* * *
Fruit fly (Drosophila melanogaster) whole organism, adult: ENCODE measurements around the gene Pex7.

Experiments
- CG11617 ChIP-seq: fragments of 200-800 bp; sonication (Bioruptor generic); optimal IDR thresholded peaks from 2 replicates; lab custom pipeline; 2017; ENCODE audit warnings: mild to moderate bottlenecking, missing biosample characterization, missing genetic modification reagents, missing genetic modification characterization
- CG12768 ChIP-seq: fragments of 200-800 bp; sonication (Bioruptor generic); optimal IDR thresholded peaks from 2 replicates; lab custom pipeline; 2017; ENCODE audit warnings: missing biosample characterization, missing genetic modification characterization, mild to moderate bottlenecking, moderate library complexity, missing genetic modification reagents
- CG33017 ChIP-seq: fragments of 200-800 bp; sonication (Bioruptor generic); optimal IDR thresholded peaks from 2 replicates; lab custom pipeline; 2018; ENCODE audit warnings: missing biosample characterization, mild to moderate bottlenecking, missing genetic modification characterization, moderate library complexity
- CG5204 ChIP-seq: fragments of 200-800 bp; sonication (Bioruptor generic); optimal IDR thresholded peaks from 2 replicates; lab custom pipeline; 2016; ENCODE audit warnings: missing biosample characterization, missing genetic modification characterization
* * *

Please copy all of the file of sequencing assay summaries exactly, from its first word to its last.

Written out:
Fruit fly (Drosophila melanogaster) whole organism, adult: ENCODE measurements around the gene Pex7.

Experiments
- CG11617 ChIP-seq: fragments of 200-800 bp; sonication (Bioruptor generic); optimal IDR thresholded peaks from 2 replicates; lab custom pipeline; 2017; ENCODE audit warnings: mild to moderate bottlenecking, missing biosample characterization, missing genetic modification reagents, missing genetic modification characterization
- CG12768 ChIP-seq: fragments of 200-800 bp; sonication (Bioruptor generic); optimal IDR thresholded peaks from 2 replicates; lab custom pipeline; 2017; ENCODE audit warnings: missing biosample characterization, missing genetic modification characterization, mild to moderate bottlenecking, moderate library complexity, missing genetic modification reagents
- CG33017 ChIP-seq: fragments of 200-800 bp; sonication (Bioruptor generic); optimal IDR thresholded peaks from 2 replicates; lab custom pipeline; 2018; ENCODE audit warnings: missing biosample characterization, mild to moderate bottlenecking, missing genetic modification characterization, moderate library complexity
- CG5204 ChIP-seq: fragments of 200-800 bp; sonication (Bioruptor generic); optimal IDR thresholded peaks from 2 replicates; lab custom pipeline; 2016; ENCODE audit warnings: missing biosample characterization, missing genetic modification characterization